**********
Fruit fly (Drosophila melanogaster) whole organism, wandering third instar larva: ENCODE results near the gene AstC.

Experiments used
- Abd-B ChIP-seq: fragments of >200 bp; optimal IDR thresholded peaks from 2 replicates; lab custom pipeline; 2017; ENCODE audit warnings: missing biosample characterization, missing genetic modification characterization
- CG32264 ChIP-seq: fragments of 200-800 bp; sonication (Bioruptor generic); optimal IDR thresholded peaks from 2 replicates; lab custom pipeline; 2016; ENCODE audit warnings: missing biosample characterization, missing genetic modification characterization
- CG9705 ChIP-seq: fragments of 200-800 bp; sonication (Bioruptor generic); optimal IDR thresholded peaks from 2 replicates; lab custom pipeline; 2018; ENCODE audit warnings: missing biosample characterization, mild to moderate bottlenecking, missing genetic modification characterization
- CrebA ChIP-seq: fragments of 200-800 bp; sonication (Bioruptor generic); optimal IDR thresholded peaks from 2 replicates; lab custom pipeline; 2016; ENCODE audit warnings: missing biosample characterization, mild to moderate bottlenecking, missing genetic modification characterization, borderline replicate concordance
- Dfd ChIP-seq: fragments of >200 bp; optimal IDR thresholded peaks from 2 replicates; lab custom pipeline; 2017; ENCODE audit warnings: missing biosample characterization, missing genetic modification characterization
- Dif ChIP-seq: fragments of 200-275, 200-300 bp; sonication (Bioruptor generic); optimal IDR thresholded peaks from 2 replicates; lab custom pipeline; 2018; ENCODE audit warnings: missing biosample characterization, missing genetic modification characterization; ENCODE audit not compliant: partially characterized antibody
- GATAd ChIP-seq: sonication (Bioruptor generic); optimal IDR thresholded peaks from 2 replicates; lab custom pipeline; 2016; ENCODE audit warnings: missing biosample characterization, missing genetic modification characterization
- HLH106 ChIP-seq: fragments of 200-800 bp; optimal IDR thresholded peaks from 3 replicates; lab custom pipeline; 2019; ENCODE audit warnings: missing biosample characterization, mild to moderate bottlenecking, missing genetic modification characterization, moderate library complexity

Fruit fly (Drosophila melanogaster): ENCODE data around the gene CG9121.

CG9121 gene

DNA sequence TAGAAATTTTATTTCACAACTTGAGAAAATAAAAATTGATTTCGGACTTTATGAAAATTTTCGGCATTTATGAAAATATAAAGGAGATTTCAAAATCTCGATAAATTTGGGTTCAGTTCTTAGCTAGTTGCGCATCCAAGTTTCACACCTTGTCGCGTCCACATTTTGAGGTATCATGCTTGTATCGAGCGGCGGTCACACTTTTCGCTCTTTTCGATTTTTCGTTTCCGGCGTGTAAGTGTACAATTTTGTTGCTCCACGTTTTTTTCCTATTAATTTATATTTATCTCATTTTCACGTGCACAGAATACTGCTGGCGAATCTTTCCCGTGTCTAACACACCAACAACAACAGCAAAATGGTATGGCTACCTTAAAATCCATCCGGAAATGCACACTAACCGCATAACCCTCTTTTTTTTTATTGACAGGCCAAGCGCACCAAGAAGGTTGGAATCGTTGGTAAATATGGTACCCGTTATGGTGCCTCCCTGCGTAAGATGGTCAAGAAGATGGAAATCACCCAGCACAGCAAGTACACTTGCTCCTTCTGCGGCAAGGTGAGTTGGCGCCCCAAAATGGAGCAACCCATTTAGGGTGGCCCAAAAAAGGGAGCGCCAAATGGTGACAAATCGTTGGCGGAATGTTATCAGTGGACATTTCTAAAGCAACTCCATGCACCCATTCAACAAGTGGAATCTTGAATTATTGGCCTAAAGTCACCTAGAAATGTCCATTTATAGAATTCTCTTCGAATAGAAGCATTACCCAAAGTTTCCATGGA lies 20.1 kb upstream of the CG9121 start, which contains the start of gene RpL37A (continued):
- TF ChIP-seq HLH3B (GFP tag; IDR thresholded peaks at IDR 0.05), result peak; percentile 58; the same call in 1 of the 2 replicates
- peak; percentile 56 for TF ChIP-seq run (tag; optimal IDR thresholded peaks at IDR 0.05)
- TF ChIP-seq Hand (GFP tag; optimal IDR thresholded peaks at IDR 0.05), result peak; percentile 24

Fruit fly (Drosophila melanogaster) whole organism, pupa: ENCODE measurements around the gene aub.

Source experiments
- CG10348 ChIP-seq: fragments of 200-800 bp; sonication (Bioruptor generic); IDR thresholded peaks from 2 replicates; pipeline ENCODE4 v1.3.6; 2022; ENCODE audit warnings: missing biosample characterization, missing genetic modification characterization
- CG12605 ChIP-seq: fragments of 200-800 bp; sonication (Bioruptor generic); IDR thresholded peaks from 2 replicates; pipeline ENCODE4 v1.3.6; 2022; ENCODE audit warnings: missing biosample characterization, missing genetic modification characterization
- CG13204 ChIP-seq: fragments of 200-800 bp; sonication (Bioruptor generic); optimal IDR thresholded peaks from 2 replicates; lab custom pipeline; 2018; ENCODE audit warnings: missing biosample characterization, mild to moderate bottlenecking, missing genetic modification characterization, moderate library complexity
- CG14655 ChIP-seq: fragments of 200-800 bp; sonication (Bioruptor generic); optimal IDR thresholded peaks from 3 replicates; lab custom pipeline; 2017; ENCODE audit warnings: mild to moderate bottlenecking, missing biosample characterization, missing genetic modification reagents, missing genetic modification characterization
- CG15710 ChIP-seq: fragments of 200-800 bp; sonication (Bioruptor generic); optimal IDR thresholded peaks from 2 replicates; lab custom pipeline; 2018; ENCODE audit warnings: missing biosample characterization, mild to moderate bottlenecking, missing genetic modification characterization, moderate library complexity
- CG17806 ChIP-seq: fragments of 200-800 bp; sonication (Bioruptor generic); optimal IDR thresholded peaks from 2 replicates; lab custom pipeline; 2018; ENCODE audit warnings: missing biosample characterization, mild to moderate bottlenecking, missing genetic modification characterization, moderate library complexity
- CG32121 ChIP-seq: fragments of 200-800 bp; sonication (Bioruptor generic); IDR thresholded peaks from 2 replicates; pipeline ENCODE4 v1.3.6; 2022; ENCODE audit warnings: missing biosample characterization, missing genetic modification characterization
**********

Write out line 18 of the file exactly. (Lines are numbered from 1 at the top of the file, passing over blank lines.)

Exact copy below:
Source experiments